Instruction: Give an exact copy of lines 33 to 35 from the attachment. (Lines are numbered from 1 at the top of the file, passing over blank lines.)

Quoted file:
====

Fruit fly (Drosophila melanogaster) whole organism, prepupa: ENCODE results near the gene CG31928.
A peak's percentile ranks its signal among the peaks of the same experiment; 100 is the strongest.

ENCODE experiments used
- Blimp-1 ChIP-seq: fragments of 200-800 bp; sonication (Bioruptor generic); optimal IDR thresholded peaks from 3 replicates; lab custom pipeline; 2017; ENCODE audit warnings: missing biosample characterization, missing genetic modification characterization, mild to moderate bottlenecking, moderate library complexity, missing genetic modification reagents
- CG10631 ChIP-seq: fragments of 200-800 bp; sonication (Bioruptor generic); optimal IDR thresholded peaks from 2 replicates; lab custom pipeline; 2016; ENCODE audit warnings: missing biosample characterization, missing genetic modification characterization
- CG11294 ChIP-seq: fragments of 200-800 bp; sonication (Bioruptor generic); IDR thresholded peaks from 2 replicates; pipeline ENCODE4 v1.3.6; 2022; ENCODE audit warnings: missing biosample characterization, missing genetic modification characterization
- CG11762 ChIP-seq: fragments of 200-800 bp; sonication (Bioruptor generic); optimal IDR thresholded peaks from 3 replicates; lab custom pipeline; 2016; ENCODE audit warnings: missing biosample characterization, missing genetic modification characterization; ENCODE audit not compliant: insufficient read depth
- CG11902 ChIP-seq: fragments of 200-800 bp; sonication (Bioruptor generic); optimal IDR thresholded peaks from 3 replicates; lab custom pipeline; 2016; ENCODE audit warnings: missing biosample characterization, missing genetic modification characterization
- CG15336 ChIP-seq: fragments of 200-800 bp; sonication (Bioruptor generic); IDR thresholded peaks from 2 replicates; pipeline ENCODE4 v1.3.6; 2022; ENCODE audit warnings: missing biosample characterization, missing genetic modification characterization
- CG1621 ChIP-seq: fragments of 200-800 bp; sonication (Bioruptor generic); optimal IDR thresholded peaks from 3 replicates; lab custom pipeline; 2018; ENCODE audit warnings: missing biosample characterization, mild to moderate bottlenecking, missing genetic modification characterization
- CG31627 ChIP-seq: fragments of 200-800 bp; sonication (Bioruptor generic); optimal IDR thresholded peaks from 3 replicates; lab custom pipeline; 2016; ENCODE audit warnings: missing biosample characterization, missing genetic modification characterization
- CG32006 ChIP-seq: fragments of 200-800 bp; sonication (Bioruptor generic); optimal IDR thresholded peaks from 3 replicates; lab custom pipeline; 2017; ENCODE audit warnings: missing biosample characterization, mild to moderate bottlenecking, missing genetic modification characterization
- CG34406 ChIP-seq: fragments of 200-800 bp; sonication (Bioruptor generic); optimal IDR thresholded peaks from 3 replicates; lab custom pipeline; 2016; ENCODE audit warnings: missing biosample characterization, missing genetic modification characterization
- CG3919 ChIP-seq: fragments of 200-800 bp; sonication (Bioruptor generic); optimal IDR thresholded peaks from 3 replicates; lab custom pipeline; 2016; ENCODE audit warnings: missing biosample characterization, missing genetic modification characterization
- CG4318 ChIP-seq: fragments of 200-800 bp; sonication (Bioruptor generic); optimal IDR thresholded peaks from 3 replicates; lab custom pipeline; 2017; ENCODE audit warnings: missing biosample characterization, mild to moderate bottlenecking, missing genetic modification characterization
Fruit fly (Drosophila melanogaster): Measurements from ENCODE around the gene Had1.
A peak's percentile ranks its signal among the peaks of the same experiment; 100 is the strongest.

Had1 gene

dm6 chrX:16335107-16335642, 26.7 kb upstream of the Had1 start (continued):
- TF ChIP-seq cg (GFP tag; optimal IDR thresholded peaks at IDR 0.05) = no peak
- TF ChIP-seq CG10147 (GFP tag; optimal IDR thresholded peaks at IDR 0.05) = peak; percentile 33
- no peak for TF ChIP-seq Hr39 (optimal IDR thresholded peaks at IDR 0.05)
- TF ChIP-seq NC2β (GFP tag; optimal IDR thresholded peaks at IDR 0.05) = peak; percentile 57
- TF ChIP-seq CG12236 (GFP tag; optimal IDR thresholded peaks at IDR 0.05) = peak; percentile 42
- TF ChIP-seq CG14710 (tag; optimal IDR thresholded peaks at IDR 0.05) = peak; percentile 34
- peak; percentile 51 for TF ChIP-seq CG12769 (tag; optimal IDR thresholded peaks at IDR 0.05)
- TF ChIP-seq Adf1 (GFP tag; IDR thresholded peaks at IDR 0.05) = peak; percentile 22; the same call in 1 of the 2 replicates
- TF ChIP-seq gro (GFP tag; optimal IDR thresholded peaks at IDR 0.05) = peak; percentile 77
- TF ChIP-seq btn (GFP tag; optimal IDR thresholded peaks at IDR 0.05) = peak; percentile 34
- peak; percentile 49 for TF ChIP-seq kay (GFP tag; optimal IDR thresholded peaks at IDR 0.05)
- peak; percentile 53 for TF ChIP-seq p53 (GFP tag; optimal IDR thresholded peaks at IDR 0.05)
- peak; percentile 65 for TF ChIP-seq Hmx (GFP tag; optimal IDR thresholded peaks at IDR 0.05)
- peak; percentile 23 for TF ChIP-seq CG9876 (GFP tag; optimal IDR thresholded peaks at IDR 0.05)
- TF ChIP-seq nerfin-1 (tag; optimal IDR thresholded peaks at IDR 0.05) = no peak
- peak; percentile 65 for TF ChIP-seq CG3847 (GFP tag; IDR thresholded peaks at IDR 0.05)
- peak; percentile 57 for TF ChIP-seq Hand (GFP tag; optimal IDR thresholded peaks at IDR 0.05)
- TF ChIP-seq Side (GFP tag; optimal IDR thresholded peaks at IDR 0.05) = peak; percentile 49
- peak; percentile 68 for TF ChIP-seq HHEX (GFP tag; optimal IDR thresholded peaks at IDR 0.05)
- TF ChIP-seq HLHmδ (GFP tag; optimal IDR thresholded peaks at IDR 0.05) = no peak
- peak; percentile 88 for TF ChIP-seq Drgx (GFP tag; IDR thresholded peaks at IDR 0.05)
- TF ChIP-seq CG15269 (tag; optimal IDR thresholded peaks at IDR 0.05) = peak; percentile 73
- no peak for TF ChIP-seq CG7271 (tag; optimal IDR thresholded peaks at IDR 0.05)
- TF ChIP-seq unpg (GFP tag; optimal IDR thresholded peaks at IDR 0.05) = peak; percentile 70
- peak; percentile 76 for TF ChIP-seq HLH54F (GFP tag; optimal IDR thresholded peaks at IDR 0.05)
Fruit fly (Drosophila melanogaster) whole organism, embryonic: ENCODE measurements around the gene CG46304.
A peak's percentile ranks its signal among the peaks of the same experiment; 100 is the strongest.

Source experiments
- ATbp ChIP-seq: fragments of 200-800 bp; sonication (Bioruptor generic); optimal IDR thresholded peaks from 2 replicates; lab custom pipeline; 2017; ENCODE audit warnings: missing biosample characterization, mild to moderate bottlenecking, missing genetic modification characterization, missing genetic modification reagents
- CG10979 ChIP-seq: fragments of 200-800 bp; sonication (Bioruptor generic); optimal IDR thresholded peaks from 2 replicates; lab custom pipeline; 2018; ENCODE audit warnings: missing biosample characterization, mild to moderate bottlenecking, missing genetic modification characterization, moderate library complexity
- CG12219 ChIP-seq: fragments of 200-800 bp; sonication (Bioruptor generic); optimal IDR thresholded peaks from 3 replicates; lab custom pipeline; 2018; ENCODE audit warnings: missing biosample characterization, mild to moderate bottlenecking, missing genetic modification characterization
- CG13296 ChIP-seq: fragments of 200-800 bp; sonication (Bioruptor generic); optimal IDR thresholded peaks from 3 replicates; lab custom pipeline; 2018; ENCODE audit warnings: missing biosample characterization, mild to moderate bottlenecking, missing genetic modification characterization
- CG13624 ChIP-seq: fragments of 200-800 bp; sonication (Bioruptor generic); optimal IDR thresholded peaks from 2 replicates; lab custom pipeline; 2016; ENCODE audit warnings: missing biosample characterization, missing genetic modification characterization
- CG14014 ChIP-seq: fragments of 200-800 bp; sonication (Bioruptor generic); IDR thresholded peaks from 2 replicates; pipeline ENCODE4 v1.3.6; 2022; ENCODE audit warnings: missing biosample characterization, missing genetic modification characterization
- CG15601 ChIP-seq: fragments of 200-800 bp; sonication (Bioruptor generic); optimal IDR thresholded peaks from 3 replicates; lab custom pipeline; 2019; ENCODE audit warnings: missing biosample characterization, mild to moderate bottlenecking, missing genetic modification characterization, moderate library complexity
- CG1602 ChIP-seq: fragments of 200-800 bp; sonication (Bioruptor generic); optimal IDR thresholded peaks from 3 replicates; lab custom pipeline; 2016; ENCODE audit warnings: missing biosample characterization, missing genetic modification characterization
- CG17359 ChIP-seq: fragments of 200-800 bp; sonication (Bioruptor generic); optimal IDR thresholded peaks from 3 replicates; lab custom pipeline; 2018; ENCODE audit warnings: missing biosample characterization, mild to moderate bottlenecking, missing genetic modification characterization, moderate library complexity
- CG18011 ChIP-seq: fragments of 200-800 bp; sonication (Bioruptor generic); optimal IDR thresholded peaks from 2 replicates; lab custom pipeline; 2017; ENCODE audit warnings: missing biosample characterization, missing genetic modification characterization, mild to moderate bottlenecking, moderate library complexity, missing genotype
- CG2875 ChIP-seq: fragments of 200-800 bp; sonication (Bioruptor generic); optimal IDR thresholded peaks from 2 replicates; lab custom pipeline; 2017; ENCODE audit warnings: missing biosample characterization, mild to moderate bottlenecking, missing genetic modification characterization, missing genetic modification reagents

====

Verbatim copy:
- peak; percentile 23 for TF ChIP-seq CG9876 (GFP tag; optimal IDR thresholded peaks at IDR 0.05)
- TF ChIP-seq nerfin-1 (tag; optimal IDR thresholded peaks at IDR 0.05) = no peak
- peak; percentile 65 for TF ChIP-seq CG3847 (GFP tag; IDR thresholded peaks at IDR 0.05)